The Only Person You Should Compare Yourself with Is Your Former Self

On Saturday, 10th of March 2018, a traditional monthly meeting of the Hastor Foundation’s scholarship holders took place in ASA Group’s Main Assembly Hall. What made this month’s meeting particularly noteworthy was an inspirational lecture delivered by Haris Muhibic, Foundation’s scholarship holder and a second year student at the Faculty of Engineering and Natural Sciences, Department of Information Technologies.

Prompted by Twelve Rules for Life: An Antidote to Chaos, a book written by a Canadian professor and psychologist Jordan B. Peterson, Haris decided to selflessly share the valuable experience he gained while reading it with other scholarship holders. The book addresses and deals with essential life principles that every ambitious young person should follow so as to feel content and fulfilled while working on something he or she loves. In addition, living in accordance with these principles fuels a person’s desire for success and improvement.

The focus of the lecture was the book’s twelve rules for improving one’s life quality – we should adhere to these golden rules in everyday situations because by doing so we will experience fulfillment and be content with ourselves and people around us. Haris emphasized the message that nothing in life is absolute and that there is a need to seek balance in everything we do. Scholarship holders discussed the following principles in particular: face life’s problems directly and always walk with your head held high; pay attention to yourselves the same way you would to those in need of help; nurture friendships with people who truly care about you rather than with toxic, envious people; compare yourself only with your former self, not with others; sweep around your own front door before you try to sweep around others’ doors; strive for higher, long-term goals; aim to always speak the truth; recognize that every new person you meet can potentially teach you something new. In addition to these principles, it is crucial to surround ourselves with good people who will acknowledge our aspirations and efforts. We need to become aware of the fact that we are makers of our own destinies, and that each good dead of today makes us a better person than we were yesterday.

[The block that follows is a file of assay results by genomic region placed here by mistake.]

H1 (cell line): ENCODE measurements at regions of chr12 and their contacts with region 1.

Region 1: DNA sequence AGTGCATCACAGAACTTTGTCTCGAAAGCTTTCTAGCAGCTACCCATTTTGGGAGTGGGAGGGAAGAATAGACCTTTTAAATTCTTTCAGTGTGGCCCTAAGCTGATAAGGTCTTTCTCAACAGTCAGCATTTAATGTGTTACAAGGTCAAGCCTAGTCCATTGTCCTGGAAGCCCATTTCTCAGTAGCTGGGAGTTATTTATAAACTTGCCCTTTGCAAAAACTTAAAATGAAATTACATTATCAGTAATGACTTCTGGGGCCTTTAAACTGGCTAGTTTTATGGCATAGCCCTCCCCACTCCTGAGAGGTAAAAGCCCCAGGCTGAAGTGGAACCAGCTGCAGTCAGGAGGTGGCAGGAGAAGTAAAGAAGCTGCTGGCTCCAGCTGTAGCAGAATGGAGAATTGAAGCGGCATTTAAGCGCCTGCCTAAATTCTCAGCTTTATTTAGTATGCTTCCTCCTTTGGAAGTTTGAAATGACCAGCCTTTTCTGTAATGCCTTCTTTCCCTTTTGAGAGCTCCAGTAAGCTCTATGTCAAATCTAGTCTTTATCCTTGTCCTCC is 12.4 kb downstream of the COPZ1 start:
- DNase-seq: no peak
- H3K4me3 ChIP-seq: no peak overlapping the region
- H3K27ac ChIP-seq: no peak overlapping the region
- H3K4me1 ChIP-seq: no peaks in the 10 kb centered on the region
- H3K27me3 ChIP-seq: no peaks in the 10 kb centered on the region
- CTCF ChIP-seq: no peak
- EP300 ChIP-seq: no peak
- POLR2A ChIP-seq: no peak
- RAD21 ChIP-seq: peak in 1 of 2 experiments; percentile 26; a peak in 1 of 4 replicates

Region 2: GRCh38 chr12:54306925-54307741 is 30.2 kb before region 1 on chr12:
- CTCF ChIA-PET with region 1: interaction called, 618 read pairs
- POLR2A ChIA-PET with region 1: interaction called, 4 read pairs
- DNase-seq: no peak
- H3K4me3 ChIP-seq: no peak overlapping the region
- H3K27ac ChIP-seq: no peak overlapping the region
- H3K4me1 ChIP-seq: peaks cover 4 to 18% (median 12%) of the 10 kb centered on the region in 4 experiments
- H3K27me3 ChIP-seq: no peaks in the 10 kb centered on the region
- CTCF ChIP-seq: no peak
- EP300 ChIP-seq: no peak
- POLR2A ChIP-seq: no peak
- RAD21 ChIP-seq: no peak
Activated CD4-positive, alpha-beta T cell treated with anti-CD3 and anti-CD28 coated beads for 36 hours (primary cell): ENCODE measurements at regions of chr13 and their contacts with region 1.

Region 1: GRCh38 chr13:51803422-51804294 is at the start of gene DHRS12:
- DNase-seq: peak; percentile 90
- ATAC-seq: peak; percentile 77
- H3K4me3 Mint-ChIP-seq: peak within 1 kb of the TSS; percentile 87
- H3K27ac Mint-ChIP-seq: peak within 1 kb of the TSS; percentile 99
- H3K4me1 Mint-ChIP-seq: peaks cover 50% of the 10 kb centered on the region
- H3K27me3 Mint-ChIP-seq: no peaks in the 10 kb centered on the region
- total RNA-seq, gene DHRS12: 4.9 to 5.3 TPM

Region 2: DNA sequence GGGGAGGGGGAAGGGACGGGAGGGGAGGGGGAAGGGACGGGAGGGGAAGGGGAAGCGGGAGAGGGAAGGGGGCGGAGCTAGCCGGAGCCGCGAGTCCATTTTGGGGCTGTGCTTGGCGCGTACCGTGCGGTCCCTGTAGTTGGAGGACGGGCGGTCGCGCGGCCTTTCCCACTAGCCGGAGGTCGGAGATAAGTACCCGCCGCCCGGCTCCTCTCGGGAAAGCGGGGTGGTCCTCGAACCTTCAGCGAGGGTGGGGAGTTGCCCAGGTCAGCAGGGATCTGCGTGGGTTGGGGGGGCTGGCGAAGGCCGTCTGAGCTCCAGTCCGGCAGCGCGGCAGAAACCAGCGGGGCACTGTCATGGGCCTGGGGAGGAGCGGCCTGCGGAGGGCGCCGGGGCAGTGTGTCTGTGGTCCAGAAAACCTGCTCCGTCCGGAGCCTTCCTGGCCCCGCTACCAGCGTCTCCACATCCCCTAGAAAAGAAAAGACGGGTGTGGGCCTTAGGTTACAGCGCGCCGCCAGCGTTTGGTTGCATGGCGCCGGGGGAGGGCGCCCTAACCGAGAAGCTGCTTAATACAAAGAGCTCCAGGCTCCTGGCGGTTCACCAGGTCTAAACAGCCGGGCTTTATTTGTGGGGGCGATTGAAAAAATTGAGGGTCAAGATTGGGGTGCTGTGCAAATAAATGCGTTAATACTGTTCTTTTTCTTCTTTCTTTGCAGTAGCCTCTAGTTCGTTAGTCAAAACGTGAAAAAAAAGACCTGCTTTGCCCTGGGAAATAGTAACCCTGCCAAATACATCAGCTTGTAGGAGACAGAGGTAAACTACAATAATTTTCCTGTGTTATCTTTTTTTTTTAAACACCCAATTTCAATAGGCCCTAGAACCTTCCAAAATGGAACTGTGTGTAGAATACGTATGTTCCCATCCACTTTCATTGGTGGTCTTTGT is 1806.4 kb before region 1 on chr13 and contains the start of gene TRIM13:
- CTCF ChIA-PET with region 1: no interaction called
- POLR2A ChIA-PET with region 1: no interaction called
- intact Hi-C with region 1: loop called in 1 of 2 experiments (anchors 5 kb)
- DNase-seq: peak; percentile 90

Scholarship holders did not hide their enthusiasm about Haris’s interactive lecture and praised his topic selection, but even more so his earnest treatment of it and his general approach. Smiling faces and positive comments of the scholarship holders were more than enough to conclude that the primary goal of Haris’s lecture was fulfilled – his words reached the scholarship holders and inspired them to rethink their habits and recognize that small changes pave way for profound ones which result in a better and happier self, which can then influence person’s immediate surroundings, and eventually lead to a better and happier life. What both the audience and the lecturer agreed on is that productive and inspirational conversations and discussions are truly necessary for young people, because demotivating stories are often foregrounded and often contribute to an inner state of inertia and indifference.

Haris wrapped up the lecture by emphasizing the following once more: Always walk with your head held high. Sweep around your own front door (focus on your personal improvement, not on other people). Give your attention to whomever you meet on your path, be it a cat whose back you will stroke. Move forward and treat every difficulty and obstacle as a challenge to be solved step by step, with persistence.

Finally, small things in life are all too often neglected and ignored, and yet they should be our focus. They are what truly matters and what affects our mental health, our drive and will to succeed, and our accomplishments.

Amina Vatreš